HomeSafetyMicroplastics gone with the wind, contaminated even the air

Microplastics gone with the wind, contaminated even the air

A research published on 15.4.19 on 'Nature Geoscience'demonstrates how microplastics are carried by the wind over long distances, reaching areas far from productive settlements and inhabited centers. The surveys were carried out in an isolated area on the French side of the Pyrenees massif.

Plastics and microplastics, water and soil contamination

Mountains of plastic they are abandoned every day on land and in water, in every corner of the planet. Islands of plastic materials are formed in the seas, galaxies of their particles and chemical additives are widespread in the biosphere. The scientific community has defined as microplastics (MP) the set of particles with a diameter of less than 5 mm, nanoplastics (NP) those with dimensions less than 0,1 μm (100 nm).

Microplastics - also derived from the degradation of macroplastics and textile fibers (secondary MP), they reached the seas and oceans mainly through river transport. (1) And they migrate - together with the chemical-physical and microbiological contaminants of which they act as collectors - in the 'platisphere'. The waste water treatment plants, in turn, they are not able to filter MPs. Which are thus also transferred to the soils, through irrigation water and sludge used in the production of fertilizers.

The persistence of the particles allowed to detect their accumulation in aquatic ecosystems, at continuously increasing levels. The attention of research institutes towards this pollution factor is however still scarce. For example, information on the presence of microplastics in the atmosphere is lacking. With the exception of the only studies conducted so far in two megacities, Paris (France) and Dongguan (China), whose urban and suburban areas each exceed 10 million inhabitants. (2) The research in question therefore presents a novelty character and opens up new perspectives on research areas that need to be developed to measure the actual impact of the plastic cycle on the biosphere.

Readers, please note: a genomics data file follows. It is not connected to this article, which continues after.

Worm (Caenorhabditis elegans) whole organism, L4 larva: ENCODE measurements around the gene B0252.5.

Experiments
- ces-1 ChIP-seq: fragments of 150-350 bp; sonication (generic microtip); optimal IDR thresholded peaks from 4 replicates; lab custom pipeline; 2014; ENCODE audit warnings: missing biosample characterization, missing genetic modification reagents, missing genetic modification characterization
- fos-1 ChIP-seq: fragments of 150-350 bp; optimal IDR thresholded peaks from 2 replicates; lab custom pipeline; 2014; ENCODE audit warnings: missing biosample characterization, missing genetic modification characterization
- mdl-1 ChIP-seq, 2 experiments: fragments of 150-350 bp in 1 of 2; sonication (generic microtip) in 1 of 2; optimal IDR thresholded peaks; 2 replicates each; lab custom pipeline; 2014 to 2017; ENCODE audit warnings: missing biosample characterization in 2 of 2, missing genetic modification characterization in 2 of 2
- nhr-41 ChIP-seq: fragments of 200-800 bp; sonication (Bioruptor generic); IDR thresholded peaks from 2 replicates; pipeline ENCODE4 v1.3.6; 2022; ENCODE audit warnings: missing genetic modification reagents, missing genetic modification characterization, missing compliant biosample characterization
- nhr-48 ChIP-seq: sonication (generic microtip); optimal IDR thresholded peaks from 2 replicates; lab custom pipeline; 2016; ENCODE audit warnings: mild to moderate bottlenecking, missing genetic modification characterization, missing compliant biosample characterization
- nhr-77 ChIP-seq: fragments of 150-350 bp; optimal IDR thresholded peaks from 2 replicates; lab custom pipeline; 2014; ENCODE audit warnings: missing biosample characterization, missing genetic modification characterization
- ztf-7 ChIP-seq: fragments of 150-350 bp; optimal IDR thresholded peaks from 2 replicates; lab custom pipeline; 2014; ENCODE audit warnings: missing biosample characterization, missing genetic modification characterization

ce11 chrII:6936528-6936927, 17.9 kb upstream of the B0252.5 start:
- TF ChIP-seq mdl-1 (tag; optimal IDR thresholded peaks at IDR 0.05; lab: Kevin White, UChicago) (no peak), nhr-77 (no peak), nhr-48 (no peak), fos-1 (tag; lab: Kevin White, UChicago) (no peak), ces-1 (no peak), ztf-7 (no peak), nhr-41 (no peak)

Microplastics and atmospheric pollution

Researchers by CNRS (Center National de la Recherche Scientifique, F), Universities of Toulouse and Orleans (F) and Strathclyde (Scotland, UK) performed measurements at the Bernadouze weather station (Ariège, Occitania, F). At 1500 meters above sea level, over 5 km from the nearest village and about 120 km from Toulouse, the only major city in the region. Samples were taken every day, for a period of five months, during the winter of 2017-2018. (3)

'Our main discovery is that microplastics are carried into the atmosphere and deposited in an isolated high mountain area, far from any major city or local source of pollution. This allows us to qualify microplastics as a air pollutant'(Deonie Allen, co-author of the research)

Analyzes demonstrate the concentration in the atmosphere of fibers (<750 μm) and fragments (≤ 300 μm) identified as microplastics. In quantities comparable to those found in Paris, with an average daily count of 249 fragments, 73 films and 44 fibers per square meter. An analysis of the trajectory of the air mass shows the microplastic transport through the wind for about 95 km. And yet, given the state of the places, it is not possible to indicate the total distance actually traveled by the identified MPs. (4)

Microplastics and us

The research under consideration traced most of the micro-particles detected in the atmosphere to the 'families' of polystyrene (41% of the samples), polyethylene (32%) and polypropylene (18%). Materials derived mainly from disposable plastic objects, packaging, plastic bags and fabrics. And it is good to remember that nanoplastics they can be easily absorbed also from our tissues, organs and cells.